Not the best loved of months, but certainly the only month of the year where I feel genuinely, and proudly Scottish. Hogmanay may, of course, occur in December, but it's that spilling over into New Year at midnight and that celebration of all things Caledonian that makes me feel just that little more Pictish....soaking up fine malt Whisky with shortbread, the firing of Mons Meg, the skirl and jig of the pipes and fiddles. Yep, I may only stomach it once a year, but it reminds me of where I'm from.
And, of course, January also sees the celebration of our national poet Robert Burns as we gather together, eat sheep's stomachs, act like alcoholics, and deliver poetry that sounds more Double Dutch than our native tongue....only joking. of course, I love Burns' Night as I get to have vegetarian haggis, neeps and tatties accompanied by a wee dram, and reflect on Burns who has been a huge influence on Scottish culture, including our own ~Sighrens~.
And just as last years Burn's Night where I celebrated the MacDonald Sisters, I've come along tonight to pay homage to the wonderful Anne Briggs.
Now, sceptics will immediately cry that Anne Briggs is NOT Scottish!! No, indeed she isn't....she was born in Nottinghamshire, but she has been a fine interpreter of Scottish folk songs and, indeed, the work of Burns, and was once romantically involved with the late Scottish acoustic guitar hero Bert Jansch.
I have to admit to being terribly shallow here, but I first became interested in Anne when I saw this picture in Record Collector some time in the late 1980s....
....I was immediately smitten and found it quite beguiling that someone could look so modern (I thought she looked like the kind of Breton shirt wearing cool Indie goddess I was waiting my whole life to meet), yet this was in a photograph that was taken in 1962!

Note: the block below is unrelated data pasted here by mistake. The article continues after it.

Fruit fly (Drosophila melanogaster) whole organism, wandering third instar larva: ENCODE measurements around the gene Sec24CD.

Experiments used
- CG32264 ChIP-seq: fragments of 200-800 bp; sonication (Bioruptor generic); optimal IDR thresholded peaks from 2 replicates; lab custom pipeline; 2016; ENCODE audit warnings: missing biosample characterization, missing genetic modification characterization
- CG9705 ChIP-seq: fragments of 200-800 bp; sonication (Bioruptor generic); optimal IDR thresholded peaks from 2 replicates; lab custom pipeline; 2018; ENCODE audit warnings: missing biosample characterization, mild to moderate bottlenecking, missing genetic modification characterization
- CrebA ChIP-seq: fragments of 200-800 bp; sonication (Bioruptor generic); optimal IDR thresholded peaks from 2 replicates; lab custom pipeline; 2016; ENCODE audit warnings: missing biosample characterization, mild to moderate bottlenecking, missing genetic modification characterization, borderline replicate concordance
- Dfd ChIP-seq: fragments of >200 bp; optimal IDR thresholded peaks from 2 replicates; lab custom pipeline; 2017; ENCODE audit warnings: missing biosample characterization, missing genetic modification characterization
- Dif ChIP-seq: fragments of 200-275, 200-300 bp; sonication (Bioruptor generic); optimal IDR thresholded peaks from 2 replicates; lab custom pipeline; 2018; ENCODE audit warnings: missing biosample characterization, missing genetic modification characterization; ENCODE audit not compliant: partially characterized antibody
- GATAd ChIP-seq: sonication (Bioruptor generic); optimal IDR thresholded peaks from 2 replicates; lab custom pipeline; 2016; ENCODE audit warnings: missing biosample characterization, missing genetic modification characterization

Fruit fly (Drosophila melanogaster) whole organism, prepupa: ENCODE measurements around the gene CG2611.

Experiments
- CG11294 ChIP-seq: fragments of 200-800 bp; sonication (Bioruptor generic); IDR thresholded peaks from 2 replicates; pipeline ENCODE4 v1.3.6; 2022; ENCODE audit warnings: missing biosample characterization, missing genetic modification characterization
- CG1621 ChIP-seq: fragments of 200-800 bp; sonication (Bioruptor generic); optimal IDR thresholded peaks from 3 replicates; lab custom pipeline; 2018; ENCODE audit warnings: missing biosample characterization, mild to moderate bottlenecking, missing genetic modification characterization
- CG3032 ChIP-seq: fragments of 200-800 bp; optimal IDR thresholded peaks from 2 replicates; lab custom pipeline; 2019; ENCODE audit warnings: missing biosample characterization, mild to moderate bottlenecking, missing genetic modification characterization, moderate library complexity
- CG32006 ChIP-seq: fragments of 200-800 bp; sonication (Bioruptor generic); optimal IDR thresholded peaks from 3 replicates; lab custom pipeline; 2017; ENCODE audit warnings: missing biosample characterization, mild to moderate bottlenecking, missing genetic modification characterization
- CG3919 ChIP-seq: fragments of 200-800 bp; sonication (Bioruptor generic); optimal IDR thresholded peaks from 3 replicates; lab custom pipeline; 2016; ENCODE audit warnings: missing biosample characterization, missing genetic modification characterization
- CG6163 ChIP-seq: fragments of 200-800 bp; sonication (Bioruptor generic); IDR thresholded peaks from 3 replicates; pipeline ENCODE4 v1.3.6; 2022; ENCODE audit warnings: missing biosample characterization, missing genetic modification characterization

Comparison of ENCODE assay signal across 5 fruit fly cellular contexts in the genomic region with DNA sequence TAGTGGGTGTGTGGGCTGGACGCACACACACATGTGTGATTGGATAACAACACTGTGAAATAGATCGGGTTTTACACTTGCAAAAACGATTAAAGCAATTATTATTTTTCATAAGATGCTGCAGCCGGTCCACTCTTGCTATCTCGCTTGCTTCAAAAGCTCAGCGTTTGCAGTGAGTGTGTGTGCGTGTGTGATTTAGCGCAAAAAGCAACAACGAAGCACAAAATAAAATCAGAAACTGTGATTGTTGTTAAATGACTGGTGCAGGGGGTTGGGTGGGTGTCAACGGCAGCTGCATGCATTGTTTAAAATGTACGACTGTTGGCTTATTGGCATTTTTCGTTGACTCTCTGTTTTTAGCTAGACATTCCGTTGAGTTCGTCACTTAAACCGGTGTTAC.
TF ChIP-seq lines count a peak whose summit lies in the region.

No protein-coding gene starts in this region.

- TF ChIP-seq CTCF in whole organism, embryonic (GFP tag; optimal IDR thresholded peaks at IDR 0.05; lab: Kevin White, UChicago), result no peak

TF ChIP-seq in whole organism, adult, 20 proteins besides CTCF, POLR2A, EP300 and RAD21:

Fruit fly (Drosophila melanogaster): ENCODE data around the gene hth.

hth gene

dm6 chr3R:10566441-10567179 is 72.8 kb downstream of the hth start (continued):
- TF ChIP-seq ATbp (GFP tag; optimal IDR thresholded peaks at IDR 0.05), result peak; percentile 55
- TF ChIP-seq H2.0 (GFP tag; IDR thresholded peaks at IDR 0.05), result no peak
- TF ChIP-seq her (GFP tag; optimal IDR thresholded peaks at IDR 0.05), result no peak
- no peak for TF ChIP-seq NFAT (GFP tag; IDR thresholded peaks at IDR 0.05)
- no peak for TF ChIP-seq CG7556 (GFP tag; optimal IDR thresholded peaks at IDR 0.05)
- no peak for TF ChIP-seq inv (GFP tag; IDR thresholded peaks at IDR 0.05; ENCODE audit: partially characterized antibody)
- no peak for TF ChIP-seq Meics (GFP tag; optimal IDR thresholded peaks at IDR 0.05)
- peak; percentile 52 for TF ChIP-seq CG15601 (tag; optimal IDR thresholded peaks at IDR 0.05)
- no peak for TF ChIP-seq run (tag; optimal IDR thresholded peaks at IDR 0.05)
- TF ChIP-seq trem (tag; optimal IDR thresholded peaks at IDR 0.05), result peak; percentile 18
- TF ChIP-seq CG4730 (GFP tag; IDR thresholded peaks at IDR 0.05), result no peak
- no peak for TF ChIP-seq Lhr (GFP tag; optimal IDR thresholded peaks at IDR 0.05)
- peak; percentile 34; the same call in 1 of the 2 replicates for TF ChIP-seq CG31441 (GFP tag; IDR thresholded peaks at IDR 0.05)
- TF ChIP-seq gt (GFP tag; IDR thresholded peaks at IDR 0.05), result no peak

Anne became one of the foundation stones of the British Folk boom of the early/mid-60s along with such contemporaries as the aforementioned Jansch, as well as June Tabor, Sandy Denny and Davy Graham. She gained almost immediate acclaim due to her startling unaccompanied delivery....literally standing up at open mikes and belting out well known (and some fairly obscure) ballads, without any guitar backing, in a voice of radiant clarity that stopped even the harshest critic in their tracks.
She became the cult draw of the Centre 42 tour of 1962, in which the trade unions, the Communist Party and the CND aligned to put on a travelling revue of folk music and leftist politics. It was on this tour that folk legend Ewan McColl took her under his wing and convinced her of her talents.
Throughout the 1960s, Anne cut a number of albums and toured constantly, but a propensity for wild living and heavy drinking, to combat severe nerves she suffered before performing, led to an erratic recording career and a potentially destructive private life in which she was often found blind drunk or even unconscious.
There was also the fact that Anne didn't like the sound of her recorded voice, and took more and more persuading to get into the recording studio, and in 1971 she recorded her last solo album. She appeared once more in 1973 backed by a folk-rock ensemble, but that was it! She retired a year shy of her 30th birthday and has not recorded since.
Yet Anne remains a huge influence on such modern artists as Kate Rusby, Eliza Carthy and Beth Orton.
Like that other spectral folk enigma Mary Margaret O'Hara, Anne has received both constant plaudits, and perennial request to return either to the stage or to record but, aside form a one-off performance at a memorial concert for friend and British folk legend Bert Lloyd in 1990, and a one song performance on a TV tribute to Bert Jansch in 1993, there has been nothing. Her silence preserves both her legacy and her enigma.
Her 1960s original albums all fetch a huge price on sites like Ebay which is why it wasn't until 1999, when Topic records released what still remains the only collection of her songs, that I finally got to hear her voice.
So let's raise a dram to one of the finest, yet sadly little heard voices in British Folk....
Slàinte mhòr agaibh!